The Bank Job

Movie review by
Cynthia Fuchs, Common Sense Media
The Bank Job Movie Poster Image
Caper movie mixes clichés, brutal violence.
  • R
  • 2008
  • 115 minutes

Parents say

age 15+
Based on 4 reviews

Kids say

age 16+
Based on 9 reviews

A lot or a little?

The parents' guide to what's in this movie.

Positive Messages

Thieves are affable and crafty; sex-seeking government officials and dirty cops are smug and corrupt; gangsters and pimps are brutal. One thief's very generous "civilian" wife forgives him.

Violence

Gangsters carry guns and beat and torture their opponents. Weapons include guns, knives, and a blow torch. Images include bloody gunshot wounds and a dead body post-torture by burning. Thugs threaten the hero by smashing cars at his workplace. A stereotypical militant postures aggressively throughout the film and menaces an associate's girlfriend, eventually shooting her in a grave in Trinidad (this scene is brutal; she dies off screen, but you hear the shot and see her decayed body dug up by authorities weeks later).

Sex

Several sex scenes. Two women and a man have sex -- nakedness is clear (bare backs and breasts). In a sex club, a dominatrix whips a man in his underwear; there are women in bras and panties, some showing breasts and nipples. Scene in a bank vault features kissing and pawing. Photo intended for blackmail shows blurry sexual situations. Strippers appear in a club clad in thongs and nipple pasties. Sexual slang includes talk about oral sex, genitals, "tits," "wankers," and "prick."

Language

Lots of swearing, particularly "f--k." Other language includes "s--t" (sometimes used with "-hole" and "dog-"), "ass," "c--t," and "bastard."

Consumerism

London banks shown include Lloyds and Barclays.

Drinking, Drugs & Smoking

Gangsters and cops are involved in drug dealing and smuggling. Frequent cigarette smoking and drinking in pubs and other social situations. Conversation about ganja; several scenes show marijuana smoking. A gangster takes prescription pills for kidney stone pain.

What parents need to know

Parents need to know that this edgy heist thriller has several scenes that show or insinuate "kinky" sex (bondage, domination) being paid for by British government officials. There's also partial nudity (breasts) and a thematic focus on scandals involving pornography and prostitution. Violence includes the prolonged torture/murder of a sympathetic crook; you can also expect plenty of gun use and fighting. Drugs (both dealing and smuggling) are discussed frequently, and scenes show marijuana use, cigarette smoking, and drinking. Language includes lots of "f--k"s, plus other profanity and British slang ("wanker," etc.).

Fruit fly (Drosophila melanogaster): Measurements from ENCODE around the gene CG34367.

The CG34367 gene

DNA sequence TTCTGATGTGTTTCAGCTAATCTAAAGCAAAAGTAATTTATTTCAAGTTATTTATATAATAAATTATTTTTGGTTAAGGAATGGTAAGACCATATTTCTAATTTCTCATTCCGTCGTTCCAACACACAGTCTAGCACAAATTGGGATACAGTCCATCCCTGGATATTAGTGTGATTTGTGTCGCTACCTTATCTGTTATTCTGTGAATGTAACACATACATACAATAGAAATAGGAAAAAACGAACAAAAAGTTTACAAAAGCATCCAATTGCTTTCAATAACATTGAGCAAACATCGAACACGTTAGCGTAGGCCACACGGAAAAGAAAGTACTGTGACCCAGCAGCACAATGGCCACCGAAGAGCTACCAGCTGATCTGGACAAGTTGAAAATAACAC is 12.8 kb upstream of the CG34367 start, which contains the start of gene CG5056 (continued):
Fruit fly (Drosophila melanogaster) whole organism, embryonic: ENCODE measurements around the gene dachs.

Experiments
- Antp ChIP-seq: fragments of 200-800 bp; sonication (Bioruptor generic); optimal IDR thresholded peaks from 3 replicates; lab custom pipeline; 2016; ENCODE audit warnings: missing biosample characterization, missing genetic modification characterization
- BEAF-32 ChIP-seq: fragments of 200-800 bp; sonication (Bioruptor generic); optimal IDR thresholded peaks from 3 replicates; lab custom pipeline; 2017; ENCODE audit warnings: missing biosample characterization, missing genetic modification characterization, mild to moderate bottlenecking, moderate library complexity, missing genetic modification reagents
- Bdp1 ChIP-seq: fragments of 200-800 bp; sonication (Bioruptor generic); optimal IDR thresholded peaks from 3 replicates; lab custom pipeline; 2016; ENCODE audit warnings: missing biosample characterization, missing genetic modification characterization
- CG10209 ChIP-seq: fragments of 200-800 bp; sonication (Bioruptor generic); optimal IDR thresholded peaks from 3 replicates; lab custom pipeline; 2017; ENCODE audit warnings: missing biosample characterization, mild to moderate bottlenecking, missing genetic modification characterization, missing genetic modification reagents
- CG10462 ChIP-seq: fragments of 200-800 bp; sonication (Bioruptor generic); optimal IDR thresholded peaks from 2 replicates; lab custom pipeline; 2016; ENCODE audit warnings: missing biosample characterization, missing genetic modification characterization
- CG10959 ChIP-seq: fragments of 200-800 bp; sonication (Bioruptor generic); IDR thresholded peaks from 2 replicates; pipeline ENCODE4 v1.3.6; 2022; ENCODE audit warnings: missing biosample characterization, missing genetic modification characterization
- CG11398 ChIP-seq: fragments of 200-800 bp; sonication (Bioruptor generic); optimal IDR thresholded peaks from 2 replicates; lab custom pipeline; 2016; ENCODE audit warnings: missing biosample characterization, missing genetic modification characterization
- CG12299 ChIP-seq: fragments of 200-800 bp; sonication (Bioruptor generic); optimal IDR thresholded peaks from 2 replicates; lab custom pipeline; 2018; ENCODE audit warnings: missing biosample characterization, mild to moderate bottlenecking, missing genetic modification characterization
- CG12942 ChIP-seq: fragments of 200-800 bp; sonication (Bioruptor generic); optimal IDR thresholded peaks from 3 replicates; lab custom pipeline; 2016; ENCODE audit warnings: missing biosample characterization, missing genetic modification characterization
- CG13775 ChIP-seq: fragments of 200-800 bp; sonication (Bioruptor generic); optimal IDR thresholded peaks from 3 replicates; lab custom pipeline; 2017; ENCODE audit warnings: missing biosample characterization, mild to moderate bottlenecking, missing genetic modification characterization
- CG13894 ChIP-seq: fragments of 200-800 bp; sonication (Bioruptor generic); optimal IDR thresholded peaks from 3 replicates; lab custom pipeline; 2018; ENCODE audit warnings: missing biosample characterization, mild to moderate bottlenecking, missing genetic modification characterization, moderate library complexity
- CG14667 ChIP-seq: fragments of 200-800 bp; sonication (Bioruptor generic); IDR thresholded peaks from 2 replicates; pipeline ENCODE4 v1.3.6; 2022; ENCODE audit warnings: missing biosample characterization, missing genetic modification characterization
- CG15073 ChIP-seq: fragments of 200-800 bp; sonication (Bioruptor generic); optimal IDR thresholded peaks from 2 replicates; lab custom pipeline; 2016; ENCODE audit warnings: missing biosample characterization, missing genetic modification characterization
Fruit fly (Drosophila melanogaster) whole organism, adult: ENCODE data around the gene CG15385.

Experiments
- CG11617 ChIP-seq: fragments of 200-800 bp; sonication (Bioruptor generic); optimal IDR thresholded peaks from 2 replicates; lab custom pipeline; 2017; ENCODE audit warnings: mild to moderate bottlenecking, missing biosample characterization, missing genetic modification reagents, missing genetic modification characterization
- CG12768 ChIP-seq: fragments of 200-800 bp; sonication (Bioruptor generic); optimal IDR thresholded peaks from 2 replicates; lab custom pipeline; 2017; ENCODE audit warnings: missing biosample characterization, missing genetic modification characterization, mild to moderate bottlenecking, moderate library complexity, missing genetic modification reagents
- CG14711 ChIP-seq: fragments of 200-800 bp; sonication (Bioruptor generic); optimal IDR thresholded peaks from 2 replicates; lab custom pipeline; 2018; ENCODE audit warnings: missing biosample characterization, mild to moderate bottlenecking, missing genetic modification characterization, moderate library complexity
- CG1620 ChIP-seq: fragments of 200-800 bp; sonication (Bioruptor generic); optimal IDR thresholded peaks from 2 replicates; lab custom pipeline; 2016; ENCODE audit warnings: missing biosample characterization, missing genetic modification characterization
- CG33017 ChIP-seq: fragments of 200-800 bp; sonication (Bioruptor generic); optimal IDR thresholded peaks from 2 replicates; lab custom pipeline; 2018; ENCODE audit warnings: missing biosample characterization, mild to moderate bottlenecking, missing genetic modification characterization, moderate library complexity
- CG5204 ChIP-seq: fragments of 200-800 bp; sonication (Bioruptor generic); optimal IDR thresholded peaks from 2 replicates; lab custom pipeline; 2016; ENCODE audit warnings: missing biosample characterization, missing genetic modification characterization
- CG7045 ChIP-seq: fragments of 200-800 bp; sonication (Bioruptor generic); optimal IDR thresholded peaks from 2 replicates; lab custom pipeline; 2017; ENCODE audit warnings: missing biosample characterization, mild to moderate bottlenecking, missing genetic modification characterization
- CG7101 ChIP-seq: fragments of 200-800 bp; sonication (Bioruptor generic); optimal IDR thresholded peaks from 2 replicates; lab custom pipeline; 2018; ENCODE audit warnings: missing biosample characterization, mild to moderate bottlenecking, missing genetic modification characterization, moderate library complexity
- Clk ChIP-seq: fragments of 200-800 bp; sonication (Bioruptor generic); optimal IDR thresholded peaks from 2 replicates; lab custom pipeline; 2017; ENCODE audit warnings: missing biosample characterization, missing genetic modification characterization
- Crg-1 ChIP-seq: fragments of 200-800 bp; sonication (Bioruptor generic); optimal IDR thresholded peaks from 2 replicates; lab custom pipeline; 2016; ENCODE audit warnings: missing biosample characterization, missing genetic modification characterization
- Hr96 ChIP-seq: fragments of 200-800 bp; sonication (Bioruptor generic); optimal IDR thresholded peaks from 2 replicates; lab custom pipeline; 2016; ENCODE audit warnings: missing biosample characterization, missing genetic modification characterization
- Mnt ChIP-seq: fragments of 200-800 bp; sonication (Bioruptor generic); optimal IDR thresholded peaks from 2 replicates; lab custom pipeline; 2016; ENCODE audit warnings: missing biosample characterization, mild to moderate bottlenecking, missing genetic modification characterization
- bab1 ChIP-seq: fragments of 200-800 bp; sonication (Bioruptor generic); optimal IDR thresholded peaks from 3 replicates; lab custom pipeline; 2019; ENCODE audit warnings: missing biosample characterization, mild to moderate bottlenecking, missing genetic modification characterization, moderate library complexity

User Reviews

  • Parents say
  • Kids say
Adult Written byazdesertdawg April 9, 2008
Adult Written by4Spice October 24, 2009

good movie 15 and up

great movie some violence and nudity mild sex 15 and over
Kid, 11 years old April 9, 2008

Wow!

My dad took me to see this movie and wow is all i could think when i came out of the theater. Here is a lot of boobs showing and one sceen of a vagina. There... Continue reading
Kid, 11 years old April 9, 2008

STUPID UNNEEDED SEX THROUGHOUT

I walked out of this movie. And I know I'm sounding really annoying, but there is so much nudity in this film. There's bondage, orgy's, strippers... Continue reading

What's the story?

You've always been looking for the big score, Martine Love (Saffron Burrows) tells Terry Leathers (Jason Statham), "the one that makes sense of everything." And so, in THE BANK JOB, Terry -- like many movie crooks before him -- is lured into a scheme (inspired by a real-life 1971 heist) to rob a London bank. With a crew comprised of both friends and specialists, he tunnels from a nearby shop into the bank's time-locked vault, where they find a trove of safety deposit boxes. It's only after finishing the job that Terry learns the heist was actually instigated by a spy tasked with retrieving one box's contents: pornographic photos of British politicians and aristocrats (including a royal princess). Now he has to outmaneuver government agents, gangsters, and both corrupt and good cops.

Is it any good?

Statham is surely charismatic, but the film is defined by its thinly drawn characters (the stereotypical militant, the hypocritical politicos) and by-the-numbers plot. Though Terry probably believes himself when he tells his wife that "All I want is to get out of the game," he's also plainly thrilled by challenge, the chance to beat the system one more time. But he's surprised by the ferocity of his adversaries, who have much more at stake than he does. These include not only the politicians caught with their pants down, but also a gangster who keeps cops on his payroll and a militant who's used the princess photos to blackmail his way out of a prison sentence. As Roger Donaldson's movie keeps track of all these plot strands at once, it becomes more procedural than compelling.

Meanwhile, per heist movie formula, Terry's bad behavior is offset by the even worse behavior of his opponents. Theft, deception, and adultery don't look so terrible compared to murder and torture, especially since the robbers seem like they're having fun, trusting and kidding one another in ways that the generally humorless assortment of gangsters, pimps, revolutionaries, and authorities can't manage.

Talk to your kids about ...

  • Families can talk about how heist movies tend to portray their "heroes." Even though they're planning robberies, characters like Terry and the guys in the Ocean's movies are sympathetic -- is that realistic? What defines a "good guy" and a "bad guy"? How does this movie make Terry and his outlaw gang seem less offensive than the bad cops and government authorities? Viewers who want to know more about the unsolved real-life 1971 robbery that inspired the movie can click here.

Movie details

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